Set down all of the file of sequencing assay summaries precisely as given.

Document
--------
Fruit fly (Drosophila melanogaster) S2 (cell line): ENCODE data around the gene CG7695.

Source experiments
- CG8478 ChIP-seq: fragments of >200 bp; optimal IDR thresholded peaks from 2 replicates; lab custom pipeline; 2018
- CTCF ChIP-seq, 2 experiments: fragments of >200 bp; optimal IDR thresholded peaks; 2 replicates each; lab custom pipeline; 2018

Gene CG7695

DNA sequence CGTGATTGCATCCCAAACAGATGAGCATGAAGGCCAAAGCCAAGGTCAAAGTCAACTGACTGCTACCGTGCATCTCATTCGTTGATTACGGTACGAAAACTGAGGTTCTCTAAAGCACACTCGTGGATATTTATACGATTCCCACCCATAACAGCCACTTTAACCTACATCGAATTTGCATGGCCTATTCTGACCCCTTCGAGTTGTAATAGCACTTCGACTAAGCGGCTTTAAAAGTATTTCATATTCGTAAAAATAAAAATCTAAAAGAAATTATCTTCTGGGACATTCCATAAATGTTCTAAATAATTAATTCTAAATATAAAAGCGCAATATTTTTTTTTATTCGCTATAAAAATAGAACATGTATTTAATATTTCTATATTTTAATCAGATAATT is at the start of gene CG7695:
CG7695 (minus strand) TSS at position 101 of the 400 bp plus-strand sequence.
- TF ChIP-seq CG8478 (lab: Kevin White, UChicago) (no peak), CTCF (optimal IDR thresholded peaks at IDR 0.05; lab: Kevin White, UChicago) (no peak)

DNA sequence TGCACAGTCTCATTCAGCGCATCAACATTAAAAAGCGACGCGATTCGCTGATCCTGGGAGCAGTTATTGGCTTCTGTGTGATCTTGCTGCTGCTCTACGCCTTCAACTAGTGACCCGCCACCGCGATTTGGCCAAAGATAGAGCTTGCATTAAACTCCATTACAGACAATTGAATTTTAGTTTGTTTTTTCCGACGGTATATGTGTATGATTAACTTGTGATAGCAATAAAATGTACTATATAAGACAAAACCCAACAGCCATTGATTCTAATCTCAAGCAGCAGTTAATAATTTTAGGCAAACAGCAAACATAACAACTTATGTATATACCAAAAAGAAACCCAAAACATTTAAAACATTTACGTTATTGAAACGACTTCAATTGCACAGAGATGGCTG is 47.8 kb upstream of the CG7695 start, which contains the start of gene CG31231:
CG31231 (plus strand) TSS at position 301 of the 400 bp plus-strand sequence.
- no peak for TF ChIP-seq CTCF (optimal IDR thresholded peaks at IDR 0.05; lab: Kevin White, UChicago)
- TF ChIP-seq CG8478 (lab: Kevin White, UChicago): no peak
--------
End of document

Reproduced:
Fruit fly (Drosophila melanogaster) S2 (cell line): ENCODE data around the gene CG7695.

Source experiments
- CG8478 ChIP-seq: fragments of >200 bp; optimal IDR thresholded peaks from 2 replicates; lab custom pipeline; 2018
- CTCF ChIP-seq, 2 experiments: fragments of >200 bp; optimal IDR thresholded peaks; 2 replicates each; lab custom pipeline; 2018

Gene CG7695

DNA sequence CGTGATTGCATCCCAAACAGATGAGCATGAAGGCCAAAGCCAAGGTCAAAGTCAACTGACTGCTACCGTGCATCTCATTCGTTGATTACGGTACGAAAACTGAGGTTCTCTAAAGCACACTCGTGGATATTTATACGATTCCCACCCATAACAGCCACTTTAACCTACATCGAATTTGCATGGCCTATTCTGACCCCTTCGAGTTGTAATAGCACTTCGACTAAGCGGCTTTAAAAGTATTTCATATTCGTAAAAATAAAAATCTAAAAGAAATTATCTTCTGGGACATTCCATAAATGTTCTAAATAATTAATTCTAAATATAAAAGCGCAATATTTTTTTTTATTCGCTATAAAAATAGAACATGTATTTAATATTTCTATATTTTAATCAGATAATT is at the start of gene CG7695:
CG7695 (minus strand) TSS at position 101 of the 400 bp plus-strand sequence.
- TF ChIP-seq CG8478 (lab: Kevin White, UChicago) (no peak), CTCF (optimal IDR thresholded peaks at IDR 0.05; lab: Kevin White, UChicago) (no peak)

DNA sequence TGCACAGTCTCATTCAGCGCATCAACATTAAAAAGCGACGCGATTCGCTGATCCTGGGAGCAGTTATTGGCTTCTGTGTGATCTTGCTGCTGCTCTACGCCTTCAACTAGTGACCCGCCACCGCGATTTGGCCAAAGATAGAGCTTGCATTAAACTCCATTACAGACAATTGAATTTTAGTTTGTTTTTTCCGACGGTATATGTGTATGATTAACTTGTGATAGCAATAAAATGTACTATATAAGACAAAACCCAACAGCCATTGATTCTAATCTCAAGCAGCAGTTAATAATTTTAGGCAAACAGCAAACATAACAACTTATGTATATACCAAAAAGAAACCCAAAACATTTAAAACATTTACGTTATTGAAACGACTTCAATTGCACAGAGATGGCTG is 47.8 kb upstream of the CG7695 start, which contains the start of gene CG31231:
CG31231 (plus strand) TSS at position 301 of the 400 bp plus-strand sequence.
- no peak for TF ChIP-seq CTCF (optimal IDR thresholded peaks at IDR 0.05; lab: Kevin White, UChicago)
- TF ChIP-seq CG8478 (lab: Kevin White, UChicago): no peak